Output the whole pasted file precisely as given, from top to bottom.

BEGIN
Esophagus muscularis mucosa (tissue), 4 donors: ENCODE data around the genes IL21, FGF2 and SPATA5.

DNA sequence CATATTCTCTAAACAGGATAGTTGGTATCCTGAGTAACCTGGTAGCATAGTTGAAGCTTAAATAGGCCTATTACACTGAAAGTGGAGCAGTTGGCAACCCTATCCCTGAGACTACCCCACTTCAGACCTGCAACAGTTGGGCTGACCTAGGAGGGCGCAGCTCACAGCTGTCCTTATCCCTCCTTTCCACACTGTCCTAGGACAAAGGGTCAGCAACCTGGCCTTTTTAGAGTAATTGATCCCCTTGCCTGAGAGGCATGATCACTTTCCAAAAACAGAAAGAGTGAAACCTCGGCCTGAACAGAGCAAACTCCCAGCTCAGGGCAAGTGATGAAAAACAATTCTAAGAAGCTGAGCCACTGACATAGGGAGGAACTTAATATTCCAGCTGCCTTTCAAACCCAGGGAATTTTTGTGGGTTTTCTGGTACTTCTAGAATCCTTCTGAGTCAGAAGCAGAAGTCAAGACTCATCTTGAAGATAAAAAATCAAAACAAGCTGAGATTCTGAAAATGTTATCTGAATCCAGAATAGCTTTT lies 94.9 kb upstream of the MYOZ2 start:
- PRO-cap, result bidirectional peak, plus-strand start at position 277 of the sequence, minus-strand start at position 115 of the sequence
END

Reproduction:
Esophagus muscularis mucosa (tissue), 4 donors: ENCODE data around the genes IL21, FGF2 and SPATA5.

DNA sequence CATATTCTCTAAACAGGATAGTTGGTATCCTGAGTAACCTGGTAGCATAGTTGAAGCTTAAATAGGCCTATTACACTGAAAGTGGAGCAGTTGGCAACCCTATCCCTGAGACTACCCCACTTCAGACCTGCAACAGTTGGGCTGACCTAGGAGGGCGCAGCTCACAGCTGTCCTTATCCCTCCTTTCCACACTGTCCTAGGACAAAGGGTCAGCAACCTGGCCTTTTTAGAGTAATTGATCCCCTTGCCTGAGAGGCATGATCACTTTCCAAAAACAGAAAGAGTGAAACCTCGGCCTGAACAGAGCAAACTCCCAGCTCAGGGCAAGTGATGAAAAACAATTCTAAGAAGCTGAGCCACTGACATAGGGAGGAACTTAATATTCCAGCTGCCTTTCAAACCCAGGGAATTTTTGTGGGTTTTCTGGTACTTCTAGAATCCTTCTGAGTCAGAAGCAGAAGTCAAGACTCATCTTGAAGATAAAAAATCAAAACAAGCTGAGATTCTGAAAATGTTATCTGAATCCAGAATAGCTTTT lies 94.9 kb upstream of the MYOZ2 start:
- PRO-cap, result bidirectional peak, plus-strand start at position 277 of the sequence, minus-strand start at position 115 of the sequence